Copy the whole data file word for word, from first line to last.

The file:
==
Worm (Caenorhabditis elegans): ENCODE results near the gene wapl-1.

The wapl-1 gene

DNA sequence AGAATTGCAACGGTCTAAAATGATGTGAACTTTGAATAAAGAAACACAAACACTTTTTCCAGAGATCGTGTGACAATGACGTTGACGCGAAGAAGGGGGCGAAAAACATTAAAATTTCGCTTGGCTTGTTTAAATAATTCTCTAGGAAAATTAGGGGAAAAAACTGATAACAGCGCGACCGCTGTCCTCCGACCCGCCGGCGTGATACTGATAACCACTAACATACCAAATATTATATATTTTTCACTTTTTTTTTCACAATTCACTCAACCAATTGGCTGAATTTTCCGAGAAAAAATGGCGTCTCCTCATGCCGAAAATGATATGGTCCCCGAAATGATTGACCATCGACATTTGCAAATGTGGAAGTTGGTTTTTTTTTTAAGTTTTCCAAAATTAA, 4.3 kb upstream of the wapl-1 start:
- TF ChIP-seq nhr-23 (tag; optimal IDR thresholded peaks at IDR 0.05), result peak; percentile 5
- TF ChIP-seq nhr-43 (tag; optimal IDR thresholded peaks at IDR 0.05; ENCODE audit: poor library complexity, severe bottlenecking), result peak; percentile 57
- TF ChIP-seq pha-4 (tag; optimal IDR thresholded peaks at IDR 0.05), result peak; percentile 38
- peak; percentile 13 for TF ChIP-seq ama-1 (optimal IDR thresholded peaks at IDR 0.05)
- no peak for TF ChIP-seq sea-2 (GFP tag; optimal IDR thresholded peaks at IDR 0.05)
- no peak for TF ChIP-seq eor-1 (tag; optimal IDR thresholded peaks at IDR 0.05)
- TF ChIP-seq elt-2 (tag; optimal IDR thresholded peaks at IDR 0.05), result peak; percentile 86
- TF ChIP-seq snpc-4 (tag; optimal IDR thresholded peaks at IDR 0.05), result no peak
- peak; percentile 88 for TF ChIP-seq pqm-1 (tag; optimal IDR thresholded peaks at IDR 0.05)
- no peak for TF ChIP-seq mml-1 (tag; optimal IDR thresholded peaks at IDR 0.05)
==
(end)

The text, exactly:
Worm (Caenorhabditis elegans): ENCODE results near the gene wapl-1.

The wapl-1 gene

DNA sequence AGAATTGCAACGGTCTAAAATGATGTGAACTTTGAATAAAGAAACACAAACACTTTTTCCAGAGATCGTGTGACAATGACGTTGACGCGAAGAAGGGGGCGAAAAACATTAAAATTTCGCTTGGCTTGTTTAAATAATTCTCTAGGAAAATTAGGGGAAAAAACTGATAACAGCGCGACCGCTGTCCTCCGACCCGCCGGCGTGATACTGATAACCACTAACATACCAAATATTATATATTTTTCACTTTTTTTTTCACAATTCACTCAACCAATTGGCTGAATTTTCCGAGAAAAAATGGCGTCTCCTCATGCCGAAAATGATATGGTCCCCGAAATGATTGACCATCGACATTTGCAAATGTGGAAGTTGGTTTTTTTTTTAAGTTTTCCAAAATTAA, 4.3 kb upstream of the wapl-1 start:
- TF ChIP-seq nhr-23 (tag; optimal IDR thresholded peaks at IDR 0.05), result peak; percentile 5
- TF ChIP-seq nhr-43 (tag; optimal IDR thresholded peaks at IDR 0.05; ENCODE audit: poor library complexity, severe bottlenecking), result peak; percentile 57
- TF ChIP-seq pha-4 (tag; optimal IDR thresholded peaks at IDR 0.05), result peak; percentile 38
- peak; percentile 13 for TF ChIP-seq ama-1 (optimal IDR thresholded peaks at IDR 0.05)
- no peak for TF ChIP-seq sea-2 (GFP tag; optimal IDR thresholded peaks at IDR 0.05)
- no peak for TF ChIP-seq eor-1 (tag; optimal IDR thresholded peaks at IDR 0.05)
- TF ChIP-seq elt-2 (tag; optimal IDR thresholded peaks at IDR 0.05), result peak; percentile 86
- TF ChIP-seq snpc-4 (tag; optimal IDR thresholded peaks at IDR 0.05), result no peak
- peak; percentile 88 for TF ChIP-seq pqm-1 (tag; optimal IDR thresholded peaks at IDR 0.05)
- no peak for TF ChIP-seq mml-1 (tag; optimal IDR thresholded peaks at IDR 0.05)